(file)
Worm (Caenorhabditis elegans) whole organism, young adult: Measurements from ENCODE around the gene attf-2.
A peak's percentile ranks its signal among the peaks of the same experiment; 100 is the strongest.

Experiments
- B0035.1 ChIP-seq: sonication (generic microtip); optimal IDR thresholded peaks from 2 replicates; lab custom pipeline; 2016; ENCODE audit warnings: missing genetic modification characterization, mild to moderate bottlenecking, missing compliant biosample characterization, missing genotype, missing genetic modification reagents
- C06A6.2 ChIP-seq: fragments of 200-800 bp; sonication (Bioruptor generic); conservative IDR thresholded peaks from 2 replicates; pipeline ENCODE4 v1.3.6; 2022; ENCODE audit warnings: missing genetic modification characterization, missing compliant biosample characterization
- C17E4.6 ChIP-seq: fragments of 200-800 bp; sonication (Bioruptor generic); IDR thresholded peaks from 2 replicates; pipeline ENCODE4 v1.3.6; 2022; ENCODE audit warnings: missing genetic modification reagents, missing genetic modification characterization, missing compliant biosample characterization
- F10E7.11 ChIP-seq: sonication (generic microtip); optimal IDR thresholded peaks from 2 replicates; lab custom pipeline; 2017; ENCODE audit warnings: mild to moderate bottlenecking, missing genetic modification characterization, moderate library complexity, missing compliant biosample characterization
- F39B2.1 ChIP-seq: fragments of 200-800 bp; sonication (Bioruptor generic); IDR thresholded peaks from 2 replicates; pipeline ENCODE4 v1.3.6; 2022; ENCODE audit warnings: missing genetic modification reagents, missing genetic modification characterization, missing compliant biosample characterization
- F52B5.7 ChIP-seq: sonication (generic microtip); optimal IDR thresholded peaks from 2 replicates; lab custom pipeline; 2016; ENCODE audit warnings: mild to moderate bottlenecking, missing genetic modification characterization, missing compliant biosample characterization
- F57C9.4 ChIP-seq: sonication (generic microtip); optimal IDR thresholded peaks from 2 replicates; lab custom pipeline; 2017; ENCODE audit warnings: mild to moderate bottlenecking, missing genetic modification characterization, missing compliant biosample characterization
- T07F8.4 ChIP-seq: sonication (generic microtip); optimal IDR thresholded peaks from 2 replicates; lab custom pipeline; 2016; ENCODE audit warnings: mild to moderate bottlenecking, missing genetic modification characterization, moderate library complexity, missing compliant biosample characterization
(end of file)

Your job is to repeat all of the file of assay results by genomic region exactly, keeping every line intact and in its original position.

Worm (Caenorhabditis elegans) whole organism, young adult: Measurements from ENCODE around the gene attf-2.
A peak's percentile ranks its signal among the peaks of the same experiment; 100 is the strongest.

Experiments
- B0035.1 ChIP-seq: sonication (generic microtip); optimal IDR thresholded peaks from 2 replicates; lab custom pipeline; 2016; ENCODE audit warnings: missing genetic modification characterization, mild to moderate bottlenecking, missing compliant biosample characterization, missing genotype, missing genetic modification reagents
- C06A6.2 ChIP-seq: fragments of 200-800 bp; sonication (Bioruptor generic); conservative IDR thresholded peaks from 2 replicates; pipeline ENCODE4 v1.3.6; 2022; ENCODE audit warnings: missing genetic modification characterization, missing compliant biosample characterization
- C17E4.6 ChIP-seq: fragments of 200-800 bp; sonication (Bioruptor generic); IDR thresholded peaks from 2 replicates; pipeline ENCODE4 v1.3.6; 2022; ENCODE audit warnings: missing genetic modification reagents, missing genetic modification characterization, missing compliant biosample characterization
- F10E7.11 ChIP-seq: sonication (generic microtip); optimal IDR thresholded peaks from 2 replicates; lab custom pipeline; 2017; ENCODE audit warnings: mild to moderate bottlenecking, missing genetic modification characterization, moderate library complexity, missing compliant biosample characterization
- F39B2.1 ChIP-seq: fragments of 200-800 bp; sonication (Bioruptor generic); IDR thresholded peaks from 2 replicates; pipeline ENCODE4 v1.3.6; 2022; ENCODE audit warnings: missing genetic modification reagents, missing genetic modification characterization, missing compliant biosample characterization
- F52B5.7 ChIP-seq: sonication (generic microtip); optimal IDR thresholded peaks from 2 replicates; lab custom pipeline; 2016; ENCODE audit warnings: mild to moderate bottlenecking, missing genetic modification characterization, missing compliant biosample characterization
- F57C9.4 ChIP-seq: sonication (generic microtip); optimal IDR thresholded peaks from 2 replicates; lab custom pipeline; 2017; ENCODE audit warnings: mild to moderate bottlenecking, missing genetic modification characterization, missing compliant biosample characterization
- T07F8.4 ChIP-seq: sonication (generic microtip); optimal IDR thresholded peaks from 2 replicates; lab custom pipeline; 2016; ENCODE audit warnings: mild to moderate bottlenecking, missing genetic modification characterization, moderate library complexity, missing compliant biosample characterization